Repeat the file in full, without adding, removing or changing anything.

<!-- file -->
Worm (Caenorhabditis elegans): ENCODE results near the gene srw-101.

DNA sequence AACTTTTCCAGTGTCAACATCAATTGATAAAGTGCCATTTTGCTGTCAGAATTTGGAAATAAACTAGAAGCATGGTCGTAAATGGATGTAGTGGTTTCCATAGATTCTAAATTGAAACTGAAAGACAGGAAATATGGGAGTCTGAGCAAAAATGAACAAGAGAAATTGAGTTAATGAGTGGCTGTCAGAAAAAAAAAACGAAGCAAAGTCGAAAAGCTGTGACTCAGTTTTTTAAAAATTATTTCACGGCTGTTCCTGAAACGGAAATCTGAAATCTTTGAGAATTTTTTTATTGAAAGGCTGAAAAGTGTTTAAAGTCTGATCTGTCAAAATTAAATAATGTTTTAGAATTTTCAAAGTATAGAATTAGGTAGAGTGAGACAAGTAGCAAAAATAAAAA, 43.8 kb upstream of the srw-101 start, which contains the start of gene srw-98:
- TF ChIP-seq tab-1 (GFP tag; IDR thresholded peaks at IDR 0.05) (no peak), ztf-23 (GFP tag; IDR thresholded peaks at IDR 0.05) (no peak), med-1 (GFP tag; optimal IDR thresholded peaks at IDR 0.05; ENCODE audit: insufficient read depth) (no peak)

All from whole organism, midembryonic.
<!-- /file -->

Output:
Worm (Caenorhabditis elegans): ENCODE results near the gene srw-101.

DNA sequence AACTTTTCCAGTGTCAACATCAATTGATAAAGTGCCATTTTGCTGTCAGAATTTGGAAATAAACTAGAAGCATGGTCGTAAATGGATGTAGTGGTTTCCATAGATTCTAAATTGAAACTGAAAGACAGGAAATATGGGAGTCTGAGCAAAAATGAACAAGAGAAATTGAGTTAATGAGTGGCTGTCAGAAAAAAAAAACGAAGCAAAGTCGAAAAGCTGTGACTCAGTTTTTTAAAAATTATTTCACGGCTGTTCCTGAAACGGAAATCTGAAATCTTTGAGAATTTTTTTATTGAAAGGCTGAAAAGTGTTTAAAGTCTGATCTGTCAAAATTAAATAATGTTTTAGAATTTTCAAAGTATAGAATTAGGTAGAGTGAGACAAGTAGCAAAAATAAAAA, 43.8 kb upstream of the srw-101 start, which contains the start of gene srw-98:
- TF ChIP-seq tab-1 (GFP tag; IDR thresholded peaks at IDR 0.05) (no peak), ztf-23 (GFP tag; IDR thresholded peaks at IDR 0.05) (no peak), med-1 (GFP tag; optimal IDR thresholded peaks at IDR 0.05; ENCODE audit: insufficient read depth) (no peak)

All from whole organism, midembryonic.